The Israeli shekel is increasing in value against the dollar and euro, with the dollar equal to less than 3.2 shekels this week—the first time since January it fell below 3.2.

“Excessive surplus supply of foreign currency in the domestic market is pushing the appreciation of the shekel,” said Yossi Fraiman, CEO of Prico Risk Management and Investments, reported the Israeli business daily Globes on Wednesday.

“Supply of foreign currency is due to foreign-currency sales by importers and companies holding overseas offerings, as well as the movement of foreign currency to Israel to invest in shekel bonds by foreign investors,” he said.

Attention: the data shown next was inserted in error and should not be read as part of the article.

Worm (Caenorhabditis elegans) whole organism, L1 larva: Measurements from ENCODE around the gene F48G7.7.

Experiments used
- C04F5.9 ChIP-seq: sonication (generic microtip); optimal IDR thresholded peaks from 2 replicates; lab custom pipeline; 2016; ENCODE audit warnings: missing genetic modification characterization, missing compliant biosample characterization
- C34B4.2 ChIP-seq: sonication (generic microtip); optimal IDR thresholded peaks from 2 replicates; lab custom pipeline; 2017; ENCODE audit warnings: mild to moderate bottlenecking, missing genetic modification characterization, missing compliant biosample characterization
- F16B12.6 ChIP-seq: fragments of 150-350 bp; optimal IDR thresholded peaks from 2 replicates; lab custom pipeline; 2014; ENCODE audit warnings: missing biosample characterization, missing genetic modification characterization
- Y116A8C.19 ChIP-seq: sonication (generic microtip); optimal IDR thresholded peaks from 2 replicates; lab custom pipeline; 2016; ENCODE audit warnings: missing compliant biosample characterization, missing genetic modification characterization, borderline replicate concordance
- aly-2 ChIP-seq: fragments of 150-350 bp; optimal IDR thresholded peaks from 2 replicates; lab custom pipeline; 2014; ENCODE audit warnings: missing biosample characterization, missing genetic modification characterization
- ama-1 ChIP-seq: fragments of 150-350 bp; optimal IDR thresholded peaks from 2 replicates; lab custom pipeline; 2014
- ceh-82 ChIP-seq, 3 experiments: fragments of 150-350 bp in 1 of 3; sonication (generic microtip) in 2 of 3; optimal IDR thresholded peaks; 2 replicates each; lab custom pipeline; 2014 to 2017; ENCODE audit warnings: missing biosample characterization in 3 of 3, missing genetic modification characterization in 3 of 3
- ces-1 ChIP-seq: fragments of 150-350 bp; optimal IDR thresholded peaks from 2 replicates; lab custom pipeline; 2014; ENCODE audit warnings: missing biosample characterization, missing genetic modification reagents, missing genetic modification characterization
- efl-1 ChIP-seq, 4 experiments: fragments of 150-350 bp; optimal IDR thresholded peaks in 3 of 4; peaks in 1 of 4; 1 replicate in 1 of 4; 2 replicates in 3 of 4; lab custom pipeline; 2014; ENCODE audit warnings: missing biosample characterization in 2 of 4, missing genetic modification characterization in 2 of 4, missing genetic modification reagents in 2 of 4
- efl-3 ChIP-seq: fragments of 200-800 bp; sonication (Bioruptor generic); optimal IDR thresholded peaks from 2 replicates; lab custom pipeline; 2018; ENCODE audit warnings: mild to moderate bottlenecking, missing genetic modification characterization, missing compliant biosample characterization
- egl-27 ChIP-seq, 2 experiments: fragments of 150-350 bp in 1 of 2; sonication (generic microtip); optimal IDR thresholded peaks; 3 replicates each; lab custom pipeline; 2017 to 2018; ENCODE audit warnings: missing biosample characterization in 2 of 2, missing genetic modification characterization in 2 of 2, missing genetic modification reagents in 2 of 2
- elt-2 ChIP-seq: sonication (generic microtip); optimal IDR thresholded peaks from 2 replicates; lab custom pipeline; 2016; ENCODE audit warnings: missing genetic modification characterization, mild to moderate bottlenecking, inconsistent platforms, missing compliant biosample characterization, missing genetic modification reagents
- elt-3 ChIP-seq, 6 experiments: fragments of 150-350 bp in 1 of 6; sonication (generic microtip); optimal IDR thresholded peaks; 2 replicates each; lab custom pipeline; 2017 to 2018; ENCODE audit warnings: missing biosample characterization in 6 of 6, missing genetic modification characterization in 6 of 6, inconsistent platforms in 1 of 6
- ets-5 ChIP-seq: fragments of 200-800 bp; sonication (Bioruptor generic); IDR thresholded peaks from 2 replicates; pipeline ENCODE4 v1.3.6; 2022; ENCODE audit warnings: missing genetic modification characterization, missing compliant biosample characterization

“According to our estimates, and with the U.S. Federal Reserve due to meet next week, the potential for the continued strengthening of the shekel is limited in the short term, and the Israeli currency may start weakening,” explained Fraiman. “But looking to the long term, there is no change in our estimates that the shekel is expected to strengthen in a significant way.”


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